Understanding Liquidity Events: Definition and Types

Written By:
February 25, 2024
Understanding Liquidity Events: Definition and Types

A liquidity event is a major milestone for any private company. After years of effort building the business, it's an opportunity for shareholders to realize returns by converting their ownership into cash. But not all liquidity events are created equal. These events allow startup stakeholders to recoup returns on years of effort and unlock the value created by the company.

A liquidity event refers to any transaction where owners and investors can convert their equity stake in a private company into cash or other liquid assets. The most common types of liquidity events are mergers & acquisitions/ exits, IPOs, and secondary transactions.  

For startups, timing and selecting the right type of liquidity event requires careful strategizing to ensure the best possible outcome. This guide will examine the most common types of liquidity events, including how they work for startups and real-world examples.

What is a Liquidity Event?

A liquidity event allows startup owners and investors to convert ownership of illiquid private company stock into cash or another form of immediate value.  

These transactions often occur when companies reach significant milestones such as initial public offerings (IPOs), mergers and acquisitions (M&As), or buyouts by private equity firms.  

They represent opportunities for founders, employees, and early-stage investors to realize gains from their investments while also providing capital infusions that enable businesses to grow and thrive.

Types of Liquidity Events

The three main types of liquidity events are: Mergers & Acquisitions (M&A), IPOs, and Secondary transactions.

1. Merger and Acquisition (M&A)

A merger and acquisition (M&A) is a type of liquidity event where one company acquires another, either through friendly negotiations or hostile takeovers. M&As are often used by companies to expand their market share, acquire new technologies, or eliminate competition. They are the most common and straightforward liquidity path. There are several types of M&As:

  1. Horizontal Merger: In a horizontal merger, two companies in the same industry merge to create a larger, more competitive entity.
  1. Vertical Merger: In a vertical merger, a company acquires a supplier or distributor to gain control over the supply chain.
  1. Conglomerate Merger: In a conglomerate merger, two companies in unrelated industries merge to diversify their operations.

2. Initial Public Offering (IPO)

An initial public offering (IPO) is a type of liquidity event where a company goes public by selling shares to the public via stock exchanges. IPOs are often used by companies to raise capital for expansion or to provide liquidity to early investors. There are two subtypes of IPOs:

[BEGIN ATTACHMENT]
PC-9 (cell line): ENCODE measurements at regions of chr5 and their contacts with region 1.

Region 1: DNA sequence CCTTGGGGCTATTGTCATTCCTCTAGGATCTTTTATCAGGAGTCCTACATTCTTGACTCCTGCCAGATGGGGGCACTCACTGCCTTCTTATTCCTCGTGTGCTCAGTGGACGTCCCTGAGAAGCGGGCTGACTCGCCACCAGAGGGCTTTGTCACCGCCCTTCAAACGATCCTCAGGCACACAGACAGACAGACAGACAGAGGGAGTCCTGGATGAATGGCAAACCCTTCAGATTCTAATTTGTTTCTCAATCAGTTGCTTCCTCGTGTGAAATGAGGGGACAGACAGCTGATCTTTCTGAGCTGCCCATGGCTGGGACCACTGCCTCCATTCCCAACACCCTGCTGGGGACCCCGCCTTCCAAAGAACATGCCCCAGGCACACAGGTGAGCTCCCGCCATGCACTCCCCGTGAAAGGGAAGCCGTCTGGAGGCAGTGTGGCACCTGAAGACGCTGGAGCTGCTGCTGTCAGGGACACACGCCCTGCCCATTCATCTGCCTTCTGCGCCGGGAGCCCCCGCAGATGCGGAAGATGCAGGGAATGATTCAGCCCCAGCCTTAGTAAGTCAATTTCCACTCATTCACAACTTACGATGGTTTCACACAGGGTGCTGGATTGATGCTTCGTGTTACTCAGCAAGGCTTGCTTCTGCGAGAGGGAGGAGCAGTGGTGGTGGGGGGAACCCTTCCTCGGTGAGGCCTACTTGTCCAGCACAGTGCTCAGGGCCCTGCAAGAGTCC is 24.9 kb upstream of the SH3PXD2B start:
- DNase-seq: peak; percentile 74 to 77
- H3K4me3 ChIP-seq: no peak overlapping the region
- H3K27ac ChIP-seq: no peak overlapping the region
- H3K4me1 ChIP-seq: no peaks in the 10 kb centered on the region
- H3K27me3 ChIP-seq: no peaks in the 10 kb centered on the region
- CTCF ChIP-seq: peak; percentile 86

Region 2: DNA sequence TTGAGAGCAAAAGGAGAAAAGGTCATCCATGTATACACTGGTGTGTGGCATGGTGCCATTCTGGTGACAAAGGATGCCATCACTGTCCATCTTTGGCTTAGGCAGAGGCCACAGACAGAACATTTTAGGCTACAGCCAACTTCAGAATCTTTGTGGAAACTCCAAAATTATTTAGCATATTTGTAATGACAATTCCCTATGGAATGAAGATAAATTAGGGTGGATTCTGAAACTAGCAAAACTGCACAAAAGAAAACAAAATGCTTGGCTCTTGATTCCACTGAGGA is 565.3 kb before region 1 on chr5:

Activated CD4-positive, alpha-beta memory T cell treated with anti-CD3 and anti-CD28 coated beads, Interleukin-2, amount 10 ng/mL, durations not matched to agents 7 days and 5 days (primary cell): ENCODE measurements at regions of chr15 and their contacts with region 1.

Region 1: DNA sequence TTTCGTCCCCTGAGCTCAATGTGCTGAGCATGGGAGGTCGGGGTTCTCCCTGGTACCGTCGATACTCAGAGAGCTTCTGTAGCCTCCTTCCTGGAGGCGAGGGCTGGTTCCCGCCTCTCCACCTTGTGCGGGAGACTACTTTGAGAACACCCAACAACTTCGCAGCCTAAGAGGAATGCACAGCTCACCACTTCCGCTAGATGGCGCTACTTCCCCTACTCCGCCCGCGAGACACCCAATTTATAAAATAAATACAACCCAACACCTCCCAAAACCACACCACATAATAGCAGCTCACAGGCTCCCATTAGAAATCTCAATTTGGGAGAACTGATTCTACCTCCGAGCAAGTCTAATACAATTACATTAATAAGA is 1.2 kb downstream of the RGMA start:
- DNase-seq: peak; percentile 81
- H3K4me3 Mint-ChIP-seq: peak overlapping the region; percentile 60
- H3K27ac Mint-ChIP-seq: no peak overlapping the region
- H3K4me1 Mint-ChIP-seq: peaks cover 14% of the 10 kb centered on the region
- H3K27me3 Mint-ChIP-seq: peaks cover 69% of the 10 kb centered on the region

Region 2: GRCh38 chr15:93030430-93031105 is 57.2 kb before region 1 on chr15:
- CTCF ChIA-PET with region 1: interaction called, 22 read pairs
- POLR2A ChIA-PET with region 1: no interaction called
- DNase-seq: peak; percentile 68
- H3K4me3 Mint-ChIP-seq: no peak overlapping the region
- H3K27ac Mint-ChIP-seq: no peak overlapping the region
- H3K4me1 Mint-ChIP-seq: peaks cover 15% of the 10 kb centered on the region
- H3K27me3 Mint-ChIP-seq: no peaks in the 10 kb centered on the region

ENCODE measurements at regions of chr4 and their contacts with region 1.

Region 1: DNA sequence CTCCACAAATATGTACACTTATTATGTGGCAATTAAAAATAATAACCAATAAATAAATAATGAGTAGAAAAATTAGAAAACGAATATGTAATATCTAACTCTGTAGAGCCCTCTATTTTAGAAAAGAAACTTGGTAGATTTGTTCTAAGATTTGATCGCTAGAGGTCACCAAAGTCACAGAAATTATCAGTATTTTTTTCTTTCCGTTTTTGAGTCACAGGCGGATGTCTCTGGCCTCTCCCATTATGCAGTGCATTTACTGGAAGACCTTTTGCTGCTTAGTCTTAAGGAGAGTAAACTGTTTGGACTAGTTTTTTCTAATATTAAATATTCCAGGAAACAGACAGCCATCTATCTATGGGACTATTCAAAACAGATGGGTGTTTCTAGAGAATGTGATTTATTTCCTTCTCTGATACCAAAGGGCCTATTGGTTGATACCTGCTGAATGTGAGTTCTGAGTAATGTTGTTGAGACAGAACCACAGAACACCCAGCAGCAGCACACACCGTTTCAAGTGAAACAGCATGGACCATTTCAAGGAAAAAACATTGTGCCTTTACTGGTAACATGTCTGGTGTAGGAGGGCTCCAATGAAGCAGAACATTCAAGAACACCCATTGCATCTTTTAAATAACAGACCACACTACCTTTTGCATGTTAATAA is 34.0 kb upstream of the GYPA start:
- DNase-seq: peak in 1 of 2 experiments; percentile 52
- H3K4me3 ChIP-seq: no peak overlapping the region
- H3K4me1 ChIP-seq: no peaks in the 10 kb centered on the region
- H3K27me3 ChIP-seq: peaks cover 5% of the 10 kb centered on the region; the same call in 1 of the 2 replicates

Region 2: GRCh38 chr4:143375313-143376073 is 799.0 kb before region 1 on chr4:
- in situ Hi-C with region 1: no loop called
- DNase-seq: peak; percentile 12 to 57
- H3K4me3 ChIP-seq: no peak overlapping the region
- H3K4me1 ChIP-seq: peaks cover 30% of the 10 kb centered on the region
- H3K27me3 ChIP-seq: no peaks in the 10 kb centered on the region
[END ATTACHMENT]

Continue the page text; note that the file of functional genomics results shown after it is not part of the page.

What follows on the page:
1. Traditional IPO: In a traditional IPO, investment banks underwrite the offering and sell shares to institutional investors and the public. The company sets the offering price, and the shares are sold to the highest bidder.  
  1. Direct Listing: In a direct listing, the company goes public without the involvement of investment banks. Instead, existing shareholders sell their shares directly to the public. The company does not raise any new capital in a direct listing.

3. Secondary Transactions

Secondary market transactions refer to the buying and selling of existing investor shares in a private company, rather than the company issuing new primary shares. This provides liquidity for shareholders without a major event like an IPO. There are two main types of secondary sales - structured liquidity programs and direct secondary sales.  

  1. Structured liquidity programs like tender offers are initiated by the company to facilitate organized share repurchases or sales to new investors. Tender offers involve a set price and SEC disclosures to aid buyers and sellers.
  1. Direct secondary sales occur independently between investors without company involvement. An existing shareholder sells directly to a new investor at a negotiated price. This can create complexities around valuations and capitalization tables that the company does not control.

4. Buyout

A buyout is a type of liquidity event where private equity firms purchase controlling stakes in privately held companies, often taking them private again after restructuring. Buyouts are often used by private equity firms to acquire undervalued companies and improve their operations. There are two subtypes of buyouts:

  1. Leveraged Buyout (LBO): In a leveraged buyout (LBO), the private equity firm uses substantial debt to finance the acquisition. The assets of the company being purchased are typically used as security for the debt in an LBO.  
  1. Management Buyout (MBO): In an MBO, the company's management team acquires the company with the help of a private equity firm. The management team often uses their own equity and debt financing to fund the acquisition.


Liquidity events represent pivotal milestones for private companies to realize value and returns on early investments. Acquisitions, IPOs, and secondary sales allow startups to convert vision into tangible outcomes and innovation into impact.  

Liquidity matters because it enables shareholders and stakeholders to access the capital generated by growth and value creation. It facilitates the flow of returns into funding the next wave of ideas, startups, and economic progress.  

When strategically planned, liquidity events can optimize results for shareholders who contributed capital and took on early risks. They create opportunities to transform private ownership into public value.

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